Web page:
It’s been a crazy year for North Korea, yeah? While I was in Cape Town last week, the nuclear tests by North Korea were the only other story that was able to make its way to South African television news amidst the Oscar Pistorius story. Allowing myself the morning to take it slow and have breakfast before hopping on the train to visit the beach, I tuned in to a dialogue held on Al Jazeera.
Five months ago, I began my tour through the Heartland with Liberty in North Korea. I’m undeniably nostalgic about my time on the road, sleeping in our van at times, a different city seemingly every night, setting up for our presentations at universities all over. I miss it. The focus of our tour was to change the conversation about North Korea, moving away from the political stalemate and towards its personal side. Just this week, LiNK launched their latest tour, and with it, a new film featuring the personal story of my friend Danny, who years ago escaped from North Korea.
With these ties to the North Korean issue, I often have to distance myself to get a sense of what the general perception of North Korea is like. My news feed is no longer an unbiased indicator, after all the friendships I’ve made with people more knowledgeable about the wholeness of the issue.
So, in Cape Town, on the other side of the earth from LiNK’s headquarters, I tuned in. I’d already known North Korea was picking up steam in the public’s eye. President Obama referenced the nation in his State of the Union, after having been mostly quiet about the regime in his first four years. And there’s a lot of buzz surrounding the missile tests and the UN Security Council’s deliberations. Were I on the current tour, I’d imagine having to keep all the more up to date with the headlines on a daily basis. Last fall was pretty quiet in Pyongyang, compared to this year.
The Al Jazeera host invited three correspondents to discuss- a global studies professor in Tokyo, another British academic, and a foreign policy analyst in Hong Kong. They discussed the nuclear tests, the treat that North Korean nukes posed to the world, and the effectiveness of further sanctioning what is already the most isolated country in the world. Not mentioned in their conversation were the Auschwitz-like prison camps, the rampant starvation, or the growing refugee crisis.
At the end of their discussion, one of the correspondents said something to the extent of, “further sanctions will make it difficult for Kim Jong Un to feed his people, who will have nothing to show off other than missiles.”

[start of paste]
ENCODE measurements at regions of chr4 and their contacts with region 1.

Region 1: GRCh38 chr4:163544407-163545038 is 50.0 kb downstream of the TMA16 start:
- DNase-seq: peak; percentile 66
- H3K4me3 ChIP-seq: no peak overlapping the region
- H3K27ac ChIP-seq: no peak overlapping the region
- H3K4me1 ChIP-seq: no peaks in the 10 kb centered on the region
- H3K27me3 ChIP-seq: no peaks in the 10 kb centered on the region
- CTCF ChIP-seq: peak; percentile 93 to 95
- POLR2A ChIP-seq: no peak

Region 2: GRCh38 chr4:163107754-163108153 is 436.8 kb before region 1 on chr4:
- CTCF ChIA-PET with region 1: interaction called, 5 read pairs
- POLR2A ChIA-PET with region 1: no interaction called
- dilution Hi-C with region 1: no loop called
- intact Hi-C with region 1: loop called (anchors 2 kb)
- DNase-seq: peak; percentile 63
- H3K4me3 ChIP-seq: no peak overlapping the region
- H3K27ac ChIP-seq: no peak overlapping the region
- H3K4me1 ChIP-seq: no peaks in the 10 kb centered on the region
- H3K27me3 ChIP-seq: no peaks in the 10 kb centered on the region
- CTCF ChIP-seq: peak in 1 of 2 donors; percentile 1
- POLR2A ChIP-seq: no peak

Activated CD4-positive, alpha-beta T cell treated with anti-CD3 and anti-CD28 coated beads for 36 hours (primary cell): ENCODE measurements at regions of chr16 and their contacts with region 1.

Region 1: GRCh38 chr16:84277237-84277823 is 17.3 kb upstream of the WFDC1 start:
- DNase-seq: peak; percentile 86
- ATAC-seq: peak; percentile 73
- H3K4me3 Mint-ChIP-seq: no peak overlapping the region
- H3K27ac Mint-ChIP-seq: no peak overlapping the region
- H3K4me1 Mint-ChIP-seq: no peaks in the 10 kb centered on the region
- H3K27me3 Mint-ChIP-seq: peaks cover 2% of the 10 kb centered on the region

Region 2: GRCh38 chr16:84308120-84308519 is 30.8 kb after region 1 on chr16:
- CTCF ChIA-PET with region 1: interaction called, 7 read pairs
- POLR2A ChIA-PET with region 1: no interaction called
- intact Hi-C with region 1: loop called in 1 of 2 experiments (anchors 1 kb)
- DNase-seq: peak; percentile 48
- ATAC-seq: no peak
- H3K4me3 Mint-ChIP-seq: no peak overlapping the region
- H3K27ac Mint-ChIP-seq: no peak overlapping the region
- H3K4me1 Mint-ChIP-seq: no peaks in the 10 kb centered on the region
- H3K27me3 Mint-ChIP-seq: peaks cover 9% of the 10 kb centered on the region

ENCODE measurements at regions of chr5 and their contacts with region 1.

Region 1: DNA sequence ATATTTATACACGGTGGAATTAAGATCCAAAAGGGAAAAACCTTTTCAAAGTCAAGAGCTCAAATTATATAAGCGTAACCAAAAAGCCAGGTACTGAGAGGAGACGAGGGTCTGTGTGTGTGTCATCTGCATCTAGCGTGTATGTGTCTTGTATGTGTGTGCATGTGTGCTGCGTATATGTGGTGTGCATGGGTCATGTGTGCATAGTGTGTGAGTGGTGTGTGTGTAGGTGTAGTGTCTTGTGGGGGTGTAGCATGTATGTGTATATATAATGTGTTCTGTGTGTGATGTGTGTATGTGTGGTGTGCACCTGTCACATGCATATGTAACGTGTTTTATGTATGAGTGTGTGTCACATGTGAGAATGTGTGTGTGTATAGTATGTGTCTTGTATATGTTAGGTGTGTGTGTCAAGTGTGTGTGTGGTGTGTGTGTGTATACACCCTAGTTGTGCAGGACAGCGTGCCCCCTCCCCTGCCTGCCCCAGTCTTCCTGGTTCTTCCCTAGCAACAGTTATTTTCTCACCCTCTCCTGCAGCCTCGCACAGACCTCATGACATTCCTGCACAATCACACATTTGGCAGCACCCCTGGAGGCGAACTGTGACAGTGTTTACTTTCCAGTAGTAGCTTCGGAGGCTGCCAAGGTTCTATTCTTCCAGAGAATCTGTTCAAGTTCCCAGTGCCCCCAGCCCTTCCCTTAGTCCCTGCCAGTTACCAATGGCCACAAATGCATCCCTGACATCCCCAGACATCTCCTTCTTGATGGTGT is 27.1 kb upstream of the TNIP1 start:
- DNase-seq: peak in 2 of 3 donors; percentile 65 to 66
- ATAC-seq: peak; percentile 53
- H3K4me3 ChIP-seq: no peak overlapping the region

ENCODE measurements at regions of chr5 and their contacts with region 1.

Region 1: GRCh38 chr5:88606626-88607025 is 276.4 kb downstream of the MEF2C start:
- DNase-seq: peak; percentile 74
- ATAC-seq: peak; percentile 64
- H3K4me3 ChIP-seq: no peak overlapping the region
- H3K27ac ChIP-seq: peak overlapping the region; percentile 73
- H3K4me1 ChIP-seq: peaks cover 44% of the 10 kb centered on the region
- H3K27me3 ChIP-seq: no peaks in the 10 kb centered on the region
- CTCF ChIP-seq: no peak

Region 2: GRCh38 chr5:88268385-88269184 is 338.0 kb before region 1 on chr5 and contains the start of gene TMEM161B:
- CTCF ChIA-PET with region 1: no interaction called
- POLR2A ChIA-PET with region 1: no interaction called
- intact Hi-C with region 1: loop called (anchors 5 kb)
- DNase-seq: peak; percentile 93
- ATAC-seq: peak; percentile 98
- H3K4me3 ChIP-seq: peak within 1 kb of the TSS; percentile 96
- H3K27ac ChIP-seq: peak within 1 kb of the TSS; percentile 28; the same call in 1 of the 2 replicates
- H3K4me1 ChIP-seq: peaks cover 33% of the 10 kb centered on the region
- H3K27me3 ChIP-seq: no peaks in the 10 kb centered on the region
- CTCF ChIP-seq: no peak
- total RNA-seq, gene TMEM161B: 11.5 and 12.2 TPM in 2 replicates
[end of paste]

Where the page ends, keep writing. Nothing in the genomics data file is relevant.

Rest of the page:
Sadly, that comment by an academic reflects a very problematic portrayal of North Korea. While chronic food shortages have plagued the country since the nineties, the government continues to invest solely in military, showing that the Kim regime has little interest in feeding its people to begin with. I’ve met North Korean defectors and have heard absolutely nothing of the ordinary North Korean citizen taking pride in missiles. In spite of the continually leaking propaganda, the ordinary North Korean, like anybody else around the world, desires to have his basic needs met. In fact, according to a recent Reddit conversation with a defector hosted by LiNK and Movements.org, “propaganda is not important any more, people are driven by profit.”
What happens when we only see North Korea through nuclear-watch lenses? We mistakenly believe that every North Korean is an unstable warmonger, intent on the destruction of the U.S., and we let fear, rather than compassion, dictate our actions. Furthermore, this reinforces the identity of the North Korean people under the Kim regime, rather than defining the country by its everyday individuals.
Since I started with LiNK in August 2012, North Korea has confirmed a few missile launches, a few videos showing the U.S. in flames have leaked, and I’ve gone from California to Johannesburg. Yet what remains the same is the need for North Korea to be defined by its people.
There are some efforts to shift this focus. In the last issue of The Economist, a pair of brilliant articles focused on how North Korea’s economy was falling into the hands of ordinary entrepreneurs, engaged in the black market, giving its people more leverage. More attention is going towards the political prison camps thanks largely to Google Earth. There’s even talks of a BBC Korean language broadcast potentially being aired in Pyongyang.
LiNK launches the film Danny From North Korea in cities across the U.S. starting this week. If anything, organize a screening and get people tuned into the story of my friend Danny. It matters that North Korea isn’t just defined by bombs, but by ordinary people.